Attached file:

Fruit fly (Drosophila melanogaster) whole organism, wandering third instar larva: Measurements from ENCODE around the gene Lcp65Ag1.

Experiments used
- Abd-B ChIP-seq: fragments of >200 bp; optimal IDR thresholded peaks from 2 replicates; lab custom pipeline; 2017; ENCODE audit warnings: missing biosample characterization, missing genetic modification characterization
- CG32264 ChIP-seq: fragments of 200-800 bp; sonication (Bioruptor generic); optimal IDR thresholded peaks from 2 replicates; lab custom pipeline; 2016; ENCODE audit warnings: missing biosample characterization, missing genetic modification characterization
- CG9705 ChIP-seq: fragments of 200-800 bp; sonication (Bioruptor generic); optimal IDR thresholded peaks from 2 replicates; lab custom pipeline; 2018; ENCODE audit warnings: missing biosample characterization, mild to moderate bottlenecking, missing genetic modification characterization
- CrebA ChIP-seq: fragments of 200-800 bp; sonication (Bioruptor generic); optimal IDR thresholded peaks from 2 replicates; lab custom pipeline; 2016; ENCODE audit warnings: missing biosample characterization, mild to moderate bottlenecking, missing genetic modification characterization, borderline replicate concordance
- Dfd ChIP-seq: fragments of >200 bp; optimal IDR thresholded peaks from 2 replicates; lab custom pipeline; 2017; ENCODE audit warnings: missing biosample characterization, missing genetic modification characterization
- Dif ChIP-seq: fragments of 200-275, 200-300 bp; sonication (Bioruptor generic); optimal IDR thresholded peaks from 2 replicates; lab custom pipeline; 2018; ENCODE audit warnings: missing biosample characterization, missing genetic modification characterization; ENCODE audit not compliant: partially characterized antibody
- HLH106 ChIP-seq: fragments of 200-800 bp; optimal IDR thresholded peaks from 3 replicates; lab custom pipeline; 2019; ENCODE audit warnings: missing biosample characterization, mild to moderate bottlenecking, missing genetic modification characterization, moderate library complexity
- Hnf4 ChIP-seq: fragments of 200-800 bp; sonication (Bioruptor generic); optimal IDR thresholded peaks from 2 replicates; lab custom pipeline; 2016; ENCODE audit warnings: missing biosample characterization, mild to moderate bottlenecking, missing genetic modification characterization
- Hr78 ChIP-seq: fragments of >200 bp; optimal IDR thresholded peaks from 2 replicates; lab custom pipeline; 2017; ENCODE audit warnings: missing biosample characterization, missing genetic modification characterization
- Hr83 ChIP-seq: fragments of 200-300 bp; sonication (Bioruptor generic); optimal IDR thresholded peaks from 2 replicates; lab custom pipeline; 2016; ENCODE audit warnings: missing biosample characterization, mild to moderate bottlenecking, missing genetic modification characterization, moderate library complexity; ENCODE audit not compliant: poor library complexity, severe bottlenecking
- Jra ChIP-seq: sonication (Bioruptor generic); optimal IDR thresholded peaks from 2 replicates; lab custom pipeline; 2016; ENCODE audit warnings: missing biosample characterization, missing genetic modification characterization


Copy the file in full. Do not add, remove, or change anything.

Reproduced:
Fruit fly (Drosophila melanogaster) whole organism, wandering third instar larva: Measurements from ENCODE around the gene Lcp65Ag1.

Experiments used
- Abd-B ChIP-seq: fragments of >200 bp; optimal IDR thresholded peaks from 2 replicates; lab custom pipeline; 2017; ENCODE audit warnings: missing biosample characterization, missing genetic modification characterization
- CG32264 ChIP-seq: fragments of 200-800 bp; sonication (Bioruptor generic); optimal IDR thresholded peaks from 2 replicates; lab custom pipeline; 2016; ENCODE audit warnings: missing biosample characterization, missing genetic modification characterization
- CG9705 ChIP-seq: fragments of 200-800 bp; sonication (Bioruptor generic); optimal IDR thresholded peaks from 2 replicates; lab custom pipeline; 2018; ENCODE audit warnings: missing biosample characterization, mild to moderate bottlenecking, missing genetic modification characterization
- CrebA ChIP-seq: fragments of 200-800 bp; sonication (Bioruptor generic); optimal IDR thresholded peaks from 2 replicates; lab custom pipeline; 2016; ENCODE audit warnings: missing biosample characterization, mild to moderate bottlenecking, missing genetic modification characterization, borderline replicate concordance
- Dfd ChIP-seq: fragments of >200 bp; optimal IDR thresholded peaks from 2 replicates; lab custom pipeline; 2017; ENCODE audit warnings: missing biosample characterization, missing genetic modification characterization
- Dif ChIP-seq: fragments of 200-275, 200-300 bp; sonication (Bioruptor generic); optimal IDR thresholded peaks from 2 replicates; lab custom pipeline; 2018; ENCODE audit warnings: missing biosample characterization, missing genetic modification characterization; ENCODE audit not compliant: partially characterized antibody
- HLH106 ChIP-seq: fragments of 200-800 bp; optimal IDR thresholded peaks from 3 replicates; lab custom pipeline; 2019; ENCODE audit warnings: missing biosample characterization, mild to moderate bottlenecking, missing genetic modification characterization, moderate library complexity
- Hnf4 ChIP-seq: fragments of 200-800 bp; sonication (Bioruptor generic); optimal IDR thresholded peaks from 2 replicates; lab custom pipeline; 2016; ENCODE audit warnings: missing biosample characterization, mild to moderate bottlenecking, missing genetic modification characterization
- Hr78 ChIP-seq: fragments of >200 bp; optimal IDR thresholded peaks from 2 replicates; lab custom pipeline; 2017; ENCODE audit warnings: missing biosample characterization, missing genetic modification characterization
- Hr83 ChIP-seq: fragments of 200-300 bp; sonication (Bioruptor generic); optimal IDR thresholded peaks from 2 replicates; lab custom pipeline; 2016; ENCODE audit warnings: missing biosample characterization, mild to moderate bottlenecking, missing genetic modification characterization, moderate library complexity; ENCODE audit not compliant: poor library complexity, severe bottlenecking
- Jra ChIP-seq: sonication (Bioruptor generic); optimal IDR thresholded peaks from 2 replicates; lab custom pipeline; 2016; ENCODE audit warnings: missing biosample characterization, missing genetic modification characterization